Danielle Hill smashes through the one-minute barrier to book her place in Paris Olympics

Conor Ferguson just misses out again in his quest to nail the 100m backstroke qualifier

Day one of Swim Ireland’s Olympic trials and Danielle Hill didn’t take long to add her name to the list of Paris qualifiers in telling style, smashing through the one-minute barrier for the first time in the women’s 100m backstroke.

After lowering the Irish record to 1:00.16 only last month, Hill went after the 59.99 seconds required for Paris in her semi-final at the National Aquatic Centre in Abbotstown, her second swim of the day, and touched home well inside that, her superb time 59.11 improving her best by over a second.

The 25-year-old from Larne Swimming Club, who also qualified in the 100 backstroke for Tokyo, is now bound for her second Olympics, this one all the sweeter given she had struggled with injury over the last two years.

“I had that 59.99 time in mind, and the first Irish woman to go sub 60, and I just wanted to cement that,” Hill said. “I didn’t want any questions asked. I just went for it, and thankfully dipped under.


“So yeah, it’s pretty special [to qualify for the Olympics], maybe even more special than the first, because I know where I’ve been the last two or three years, ready to walk away from the sport, nine months ago. It’s a relief, but I am ready to go again now.”

In Wednesday’s opening session, the Olympic trials doubling as the Irish Open Championships, Hill topped the women’s 100m backstroke heats with a time of 1:00.37, not far off her previous Irish record 1:00.16 set in April, and a telltale sign of things to come.

Already Ireland’s fastest female swimmer, holder of the 50m freestyle record, the native of Newtownabbey in Co Antrim produced her brilliant best of 59.11 just when she wanted and needed it most.

Paris Olympic qualification times had already been achieved by Daniel Wiffen (400m, 800m, 1,500m freestyle), Ellen Walshe (200m medley), and Mona McSharry (100m breaststroke).

Conor Ferguson is still knocking on the door of his Olympic qualification in the 100m backstroke, the 24-year-old from Belfast falling just short again in his opening heat.

Needing to swim 53.74 seconds to ensure his Paris berth, Ferguson improved his best from 53.90 to 53.87, leaving him just .13 of a second short. Back in the pool later in the afternoon for his semi-finals, he touched home in 54.12, but will get one last shot at that 53.74 in Thursday’s final.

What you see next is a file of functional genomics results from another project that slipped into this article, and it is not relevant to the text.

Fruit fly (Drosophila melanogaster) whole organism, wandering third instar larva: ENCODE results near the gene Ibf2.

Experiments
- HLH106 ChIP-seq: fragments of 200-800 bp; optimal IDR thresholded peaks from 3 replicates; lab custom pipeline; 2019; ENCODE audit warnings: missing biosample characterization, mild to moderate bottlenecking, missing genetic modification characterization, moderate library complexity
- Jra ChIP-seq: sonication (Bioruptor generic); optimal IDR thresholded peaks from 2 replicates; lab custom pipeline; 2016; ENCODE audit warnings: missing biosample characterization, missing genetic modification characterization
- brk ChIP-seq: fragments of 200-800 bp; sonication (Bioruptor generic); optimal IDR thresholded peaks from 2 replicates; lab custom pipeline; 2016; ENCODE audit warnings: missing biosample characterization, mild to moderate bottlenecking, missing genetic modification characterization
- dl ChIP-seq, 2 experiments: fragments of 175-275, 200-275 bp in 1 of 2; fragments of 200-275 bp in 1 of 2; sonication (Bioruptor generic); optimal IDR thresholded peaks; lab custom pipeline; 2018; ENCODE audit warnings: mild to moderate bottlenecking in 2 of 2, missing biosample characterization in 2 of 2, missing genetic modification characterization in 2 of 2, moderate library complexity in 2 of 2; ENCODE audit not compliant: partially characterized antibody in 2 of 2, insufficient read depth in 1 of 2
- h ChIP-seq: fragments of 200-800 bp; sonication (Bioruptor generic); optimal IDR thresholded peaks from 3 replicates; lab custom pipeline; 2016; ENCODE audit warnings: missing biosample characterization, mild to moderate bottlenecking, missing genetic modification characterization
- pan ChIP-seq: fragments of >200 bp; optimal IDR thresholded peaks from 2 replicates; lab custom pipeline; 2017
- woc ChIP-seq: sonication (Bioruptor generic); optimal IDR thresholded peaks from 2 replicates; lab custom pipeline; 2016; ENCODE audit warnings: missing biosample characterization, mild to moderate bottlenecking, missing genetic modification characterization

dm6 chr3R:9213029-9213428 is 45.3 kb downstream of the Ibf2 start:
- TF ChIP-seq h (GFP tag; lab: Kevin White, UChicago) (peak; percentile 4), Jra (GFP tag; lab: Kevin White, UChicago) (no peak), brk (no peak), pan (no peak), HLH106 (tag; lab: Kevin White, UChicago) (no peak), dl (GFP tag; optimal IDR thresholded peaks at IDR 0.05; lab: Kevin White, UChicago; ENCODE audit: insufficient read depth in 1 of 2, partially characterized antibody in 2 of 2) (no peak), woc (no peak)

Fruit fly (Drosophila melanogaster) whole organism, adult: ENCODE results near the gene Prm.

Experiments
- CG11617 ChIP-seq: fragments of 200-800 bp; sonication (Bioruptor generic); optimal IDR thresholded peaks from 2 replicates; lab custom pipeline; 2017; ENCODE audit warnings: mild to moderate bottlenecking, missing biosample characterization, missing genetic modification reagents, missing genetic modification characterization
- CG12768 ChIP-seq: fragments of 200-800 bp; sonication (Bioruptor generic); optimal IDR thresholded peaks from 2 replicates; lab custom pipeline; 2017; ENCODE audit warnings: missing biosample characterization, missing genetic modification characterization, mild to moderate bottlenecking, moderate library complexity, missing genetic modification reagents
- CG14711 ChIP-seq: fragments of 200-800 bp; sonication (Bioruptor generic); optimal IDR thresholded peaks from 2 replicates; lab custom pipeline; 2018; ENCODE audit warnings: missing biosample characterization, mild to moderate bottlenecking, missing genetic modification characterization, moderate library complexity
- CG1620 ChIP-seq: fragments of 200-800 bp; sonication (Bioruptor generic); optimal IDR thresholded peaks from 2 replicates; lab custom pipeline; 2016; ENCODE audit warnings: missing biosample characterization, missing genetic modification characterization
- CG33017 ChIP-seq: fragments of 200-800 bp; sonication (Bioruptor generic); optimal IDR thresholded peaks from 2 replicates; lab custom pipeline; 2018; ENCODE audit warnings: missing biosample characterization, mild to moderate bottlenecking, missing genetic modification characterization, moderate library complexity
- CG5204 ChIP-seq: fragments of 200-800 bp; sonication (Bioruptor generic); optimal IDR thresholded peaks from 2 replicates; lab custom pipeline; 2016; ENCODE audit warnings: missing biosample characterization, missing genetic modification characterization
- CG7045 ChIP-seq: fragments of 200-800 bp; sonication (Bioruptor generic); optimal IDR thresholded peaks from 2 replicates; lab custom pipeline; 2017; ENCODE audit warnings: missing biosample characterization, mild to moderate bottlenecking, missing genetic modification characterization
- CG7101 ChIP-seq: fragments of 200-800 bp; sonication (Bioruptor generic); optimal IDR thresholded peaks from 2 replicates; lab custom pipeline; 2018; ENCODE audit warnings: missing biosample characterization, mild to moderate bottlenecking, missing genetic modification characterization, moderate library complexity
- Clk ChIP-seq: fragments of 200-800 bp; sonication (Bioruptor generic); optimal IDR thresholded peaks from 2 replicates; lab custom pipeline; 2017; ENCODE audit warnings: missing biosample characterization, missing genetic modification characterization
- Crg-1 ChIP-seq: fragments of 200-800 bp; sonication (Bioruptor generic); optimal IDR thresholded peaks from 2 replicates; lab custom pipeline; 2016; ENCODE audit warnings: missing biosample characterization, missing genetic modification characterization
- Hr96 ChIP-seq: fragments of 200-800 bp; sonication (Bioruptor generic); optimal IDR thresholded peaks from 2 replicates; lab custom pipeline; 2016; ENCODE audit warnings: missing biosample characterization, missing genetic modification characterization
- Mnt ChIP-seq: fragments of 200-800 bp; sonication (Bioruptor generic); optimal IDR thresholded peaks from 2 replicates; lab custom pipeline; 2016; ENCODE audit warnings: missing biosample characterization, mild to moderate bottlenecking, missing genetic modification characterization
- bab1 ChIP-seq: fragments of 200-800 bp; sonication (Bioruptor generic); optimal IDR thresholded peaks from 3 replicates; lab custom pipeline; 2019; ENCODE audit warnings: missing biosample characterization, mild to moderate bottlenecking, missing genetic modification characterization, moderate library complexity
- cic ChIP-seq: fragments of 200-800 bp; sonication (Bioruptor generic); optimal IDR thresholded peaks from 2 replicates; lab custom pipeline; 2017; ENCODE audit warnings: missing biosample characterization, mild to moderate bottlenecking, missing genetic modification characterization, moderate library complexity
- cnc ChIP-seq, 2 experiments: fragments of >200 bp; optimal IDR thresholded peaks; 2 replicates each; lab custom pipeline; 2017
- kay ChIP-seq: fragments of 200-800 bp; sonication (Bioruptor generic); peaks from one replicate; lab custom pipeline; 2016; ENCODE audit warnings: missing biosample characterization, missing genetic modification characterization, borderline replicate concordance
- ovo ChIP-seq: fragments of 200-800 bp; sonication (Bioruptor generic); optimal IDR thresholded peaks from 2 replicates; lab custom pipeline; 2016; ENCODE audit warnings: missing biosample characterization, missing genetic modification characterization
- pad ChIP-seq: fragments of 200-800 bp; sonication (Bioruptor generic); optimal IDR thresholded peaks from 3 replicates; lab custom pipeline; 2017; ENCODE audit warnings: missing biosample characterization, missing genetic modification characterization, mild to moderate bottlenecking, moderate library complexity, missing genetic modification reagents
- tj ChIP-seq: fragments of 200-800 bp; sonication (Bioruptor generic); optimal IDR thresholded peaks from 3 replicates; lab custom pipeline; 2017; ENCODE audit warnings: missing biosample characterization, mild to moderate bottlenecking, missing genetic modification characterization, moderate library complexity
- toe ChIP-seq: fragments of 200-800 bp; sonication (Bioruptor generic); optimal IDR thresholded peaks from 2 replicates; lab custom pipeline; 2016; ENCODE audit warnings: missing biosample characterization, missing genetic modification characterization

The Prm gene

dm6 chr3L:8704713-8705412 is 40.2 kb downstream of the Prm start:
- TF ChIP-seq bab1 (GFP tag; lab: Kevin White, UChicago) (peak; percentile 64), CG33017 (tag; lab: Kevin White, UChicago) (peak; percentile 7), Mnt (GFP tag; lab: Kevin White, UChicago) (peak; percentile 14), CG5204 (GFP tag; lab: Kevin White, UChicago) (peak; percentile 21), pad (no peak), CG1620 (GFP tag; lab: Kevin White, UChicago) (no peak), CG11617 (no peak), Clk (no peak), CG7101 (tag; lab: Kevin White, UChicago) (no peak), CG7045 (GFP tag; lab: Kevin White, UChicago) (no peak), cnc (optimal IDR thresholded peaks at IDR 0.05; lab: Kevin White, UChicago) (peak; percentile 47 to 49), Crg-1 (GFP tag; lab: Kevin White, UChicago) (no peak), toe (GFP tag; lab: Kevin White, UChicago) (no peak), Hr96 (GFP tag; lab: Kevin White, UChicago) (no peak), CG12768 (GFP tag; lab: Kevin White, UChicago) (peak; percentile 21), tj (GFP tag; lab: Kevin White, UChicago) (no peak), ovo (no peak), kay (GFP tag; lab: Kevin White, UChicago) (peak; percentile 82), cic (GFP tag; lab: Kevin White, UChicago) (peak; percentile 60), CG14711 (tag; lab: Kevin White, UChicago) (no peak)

Having narrowly missed out on Rio as a 16-year-old, and again for Tokyo, he won’t lack motivation.

Double world champion Wiffen was once again under the Olympic qualification time in the 800m freestyle, winning his heat in 7:51.47.

Wiffen set a new championship record in the event, just 10 minutes after his twin brother Nathan had broken his own 2023 championship record of 8:03.79, with a personal best swim of 7:56.40.

The 22-year-old Loughborough-based swimmers will go again in Thursday’s 800m freestyle final with Nathan targeting the Paris time of 7:51.65, before they both turn their attention to the 1,500m freestyle.

Evan Bailey set the first Irish record of the week, with a new junior standard in the 200m freestyle, the New Ross swimmer producing an excellent 1:48.49, taking over a second off the 2018 mark of 1:49.57.

In the 200m individual medley, Walshe, who had qualified for Paris last year, produced another fine swim of 2:11.95 in her heat, with National Centre Limerick’s Ellie McCartney the fastest qualifier from the semi-finals. The 19-year-old clocked 2:14.92 to go under the consideration time for the European Championships next month.

Daniel Wiffen, Ferguson, Hill, Bailey, Walshe and McCartney were also all under the qualifying times for next month’s event in Belgrade

Both the women and men have qualified for Paris in the 4x100m medley relay, though in the men’s case, two individual Olympic qualification times are required from the team in order to confirm their place.

Ian O'Riordan

Ian O'Riordan

Ian O'Riordan is an Irish Times sports journalist writing on athletics